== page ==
The FreeDOS Project turns 16 years old today. Happy birthday!
You probably know the story already: in the 1980s and early 1990s, many people used DOS. I used DOS all the time - especially at university, mostly to write small programs to help me with my physics data analysis. MS-DOS was the operating system of the day, and I was a huge fan. Sure, Microsoft had already tried to introduce (with limited success) the new "Windows" operating system, but this was really just a shell that ran on top of MS-DOS. And Windows wasn't pretty; everything seemed more difficult under Windows.
So you can guess the reaction when Microsoft announced sometime in early 1994 (through tech magazine interviews) that DOS would soon go away, replaced entirely with a new version of Windows.
I'd also installed Linux by this time, and realized that if a small group of developers could replicate something as complicated as a Unix system, certainly we should be able to do the same with DOS? So I decided to create my own version of DOS, which I would make available to the public for free. We called it "PD-DOS" because much of our early work was released in the public domain.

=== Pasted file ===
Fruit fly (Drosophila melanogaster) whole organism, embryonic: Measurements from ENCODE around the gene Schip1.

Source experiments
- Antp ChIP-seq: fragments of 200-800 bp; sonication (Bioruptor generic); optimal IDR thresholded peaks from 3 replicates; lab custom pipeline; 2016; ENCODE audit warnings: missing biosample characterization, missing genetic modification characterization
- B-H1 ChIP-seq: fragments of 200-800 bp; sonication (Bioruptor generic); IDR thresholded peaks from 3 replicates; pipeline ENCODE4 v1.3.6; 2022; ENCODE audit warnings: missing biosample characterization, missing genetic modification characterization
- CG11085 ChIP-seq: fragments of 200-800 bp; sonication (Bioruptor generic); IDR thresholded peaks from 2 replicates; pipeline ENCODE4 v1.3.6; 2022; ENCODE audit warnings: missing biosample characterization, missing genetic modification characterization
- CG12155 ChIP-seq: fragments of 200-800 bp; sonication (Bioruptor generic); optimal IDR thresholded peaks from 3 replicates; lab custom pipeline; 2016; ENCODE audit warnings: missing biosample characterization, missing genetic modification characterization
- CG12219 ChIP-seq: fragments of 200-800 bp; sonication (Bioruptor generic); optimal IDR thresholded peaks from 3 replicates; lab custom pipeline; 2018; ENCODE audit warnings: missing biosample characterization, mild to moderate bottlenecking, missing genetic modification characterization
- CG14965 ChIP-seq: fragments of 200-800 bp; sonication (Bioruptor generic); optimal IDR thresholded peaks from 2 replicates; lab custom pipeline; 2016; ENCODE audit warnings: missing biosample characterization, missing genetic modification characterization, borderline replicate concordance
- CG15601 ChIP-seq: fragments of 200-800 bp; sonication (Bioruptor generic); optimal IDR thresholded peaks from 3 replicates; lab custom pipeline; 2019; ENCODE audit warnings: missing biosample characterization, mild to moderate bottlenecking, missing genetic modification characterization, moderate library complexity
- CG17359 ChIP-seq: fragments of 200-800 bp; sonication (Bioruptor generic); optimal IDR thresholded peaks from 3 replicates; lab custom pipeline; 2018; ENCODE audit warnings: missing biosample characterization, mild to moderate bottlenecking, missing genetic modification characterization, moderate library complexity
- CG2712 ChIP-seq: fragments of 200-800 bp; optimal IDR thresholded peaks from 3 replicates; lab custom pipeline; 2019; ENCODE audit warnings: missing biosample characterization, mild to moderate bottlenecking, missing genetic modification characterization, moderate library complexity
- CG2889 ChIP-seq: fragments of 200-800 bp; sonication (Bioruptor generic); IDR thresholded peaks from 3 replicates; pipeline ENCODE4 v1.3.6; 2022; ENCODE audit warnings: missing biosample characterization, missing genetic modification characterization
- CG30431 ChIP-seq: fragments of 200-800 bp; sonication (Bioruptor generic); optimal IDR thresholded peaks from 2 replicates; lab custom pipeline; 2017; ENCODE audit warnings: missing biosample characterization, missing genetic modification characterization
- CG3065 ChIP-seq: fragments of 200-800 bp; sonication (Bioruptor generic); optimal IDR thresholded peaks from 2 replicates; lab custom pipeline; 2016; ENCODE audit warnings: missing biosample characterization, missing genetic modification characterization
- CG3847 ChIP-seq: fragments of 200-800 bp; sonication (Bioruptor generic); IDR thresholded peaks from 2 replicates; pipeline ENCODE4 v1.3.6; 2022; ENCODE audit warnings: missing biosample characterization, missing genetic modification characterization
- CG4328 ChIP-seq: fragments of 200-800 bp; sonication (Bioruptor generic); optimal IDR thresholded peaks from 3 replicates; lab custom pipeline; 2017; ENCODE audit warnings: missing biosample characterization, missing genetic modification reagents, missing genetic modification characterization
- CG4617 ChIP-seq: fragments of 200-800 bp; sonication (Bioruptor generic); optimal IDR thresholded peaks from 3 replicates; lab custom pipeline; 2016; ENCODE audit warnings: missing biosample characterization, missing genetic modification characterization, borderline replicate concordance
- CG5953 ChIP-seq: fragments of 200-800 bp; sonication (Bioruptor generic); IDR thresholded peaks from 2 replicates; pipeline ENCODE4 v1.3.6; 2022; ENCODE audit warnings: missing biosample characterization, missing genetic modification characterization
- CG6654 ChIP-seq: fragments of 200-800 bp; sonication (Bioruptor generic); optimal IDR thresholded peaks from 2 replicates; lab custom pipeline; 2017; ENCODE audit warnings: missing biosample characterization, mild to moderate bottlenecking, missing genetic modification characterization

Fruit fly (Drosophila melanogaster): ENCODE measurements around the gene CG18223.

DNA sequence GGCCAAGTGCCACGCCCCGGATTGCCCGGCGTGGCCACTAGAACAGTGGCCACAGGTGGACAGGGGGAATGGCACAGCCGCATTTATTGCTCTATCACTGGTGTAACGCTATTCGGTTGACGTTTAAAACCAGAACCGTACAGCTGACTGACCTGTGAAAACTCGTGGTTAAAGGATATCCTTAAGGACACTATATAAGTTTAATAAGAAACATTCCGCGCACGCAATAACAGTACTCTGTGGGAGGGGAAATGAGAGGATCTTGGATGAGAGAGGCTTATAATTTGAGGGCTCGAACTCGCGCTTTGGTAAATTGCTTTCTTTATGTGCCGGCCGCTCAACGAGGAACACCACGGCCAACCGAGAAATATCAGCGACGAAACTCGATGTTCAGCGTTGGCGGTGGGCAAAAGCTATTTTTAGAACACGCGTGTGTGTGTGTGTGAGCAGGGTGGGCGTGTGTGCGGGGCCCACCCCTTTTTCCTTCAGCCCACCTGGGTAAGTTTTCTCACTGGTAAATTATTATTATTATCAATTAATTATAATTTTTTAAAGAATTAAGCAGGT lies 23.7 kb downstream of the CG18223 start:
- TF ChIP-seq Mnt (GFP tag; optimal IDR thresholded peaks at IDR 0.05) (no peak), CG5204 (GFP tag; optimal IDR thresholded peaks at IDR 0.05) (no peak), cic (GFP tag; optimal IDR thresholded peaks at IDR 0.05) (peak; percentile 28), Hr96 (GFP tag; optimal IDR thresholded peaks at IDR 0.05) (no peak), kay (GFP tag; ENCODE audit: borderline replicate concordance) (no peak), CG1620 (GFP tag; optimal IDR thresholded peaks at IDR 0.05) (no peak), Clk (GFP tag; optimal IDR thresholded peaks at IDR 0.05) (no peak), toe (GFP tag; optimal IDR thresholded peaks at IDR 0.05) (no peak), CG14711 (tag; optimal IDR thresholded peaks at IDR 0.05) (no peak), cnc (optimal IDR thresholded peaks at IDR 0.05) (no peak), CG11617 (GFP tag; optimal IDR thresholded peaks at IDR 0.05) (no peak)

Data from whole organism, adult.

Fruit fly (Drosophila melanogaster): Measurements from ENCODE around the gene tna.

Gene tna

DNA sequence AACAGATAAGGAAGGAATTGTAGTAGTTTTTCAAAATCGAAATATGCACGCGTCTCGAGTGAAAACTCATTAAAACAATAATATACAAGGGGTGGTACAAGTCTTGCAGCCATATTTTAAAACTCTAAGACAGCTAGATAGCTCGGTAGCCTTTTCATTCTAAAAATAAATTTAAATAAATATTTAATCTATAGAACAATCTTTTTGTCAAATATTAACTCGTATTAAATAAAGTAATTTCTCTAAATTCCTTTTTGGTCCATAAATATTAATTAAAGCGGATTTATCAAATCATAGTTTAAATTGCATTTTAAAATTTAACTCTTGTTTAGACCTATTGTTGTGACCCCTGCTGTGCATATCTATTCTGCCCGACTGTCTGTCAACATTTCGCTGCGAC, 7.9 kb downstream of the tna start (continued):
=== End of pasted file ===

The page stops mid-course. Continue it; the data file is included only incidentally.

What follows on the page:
PD-DOS was announced to the world on June 28, 1994. To cement my ideas, I created a PD-DOS Manifesto. By July 24, 1994, the name of the project had officially changed to "Free-DOS", though the name actually switched around July 16, 1994 (the revision date on the manifesto).
FreeDOS has accomplished a lot since then. We've had many releases of our official distribution, including "1.0" a few years ago, and others have made their own versions of DOS based on the FreeDOS kernel. PC manufacturers now include FreeDOS as an option on some of the systems they sell - including such big names as HP and Dell.
Here's looking to another year of FreeDOS!
- ▼ 2010 (17)
- ► 2009 (38)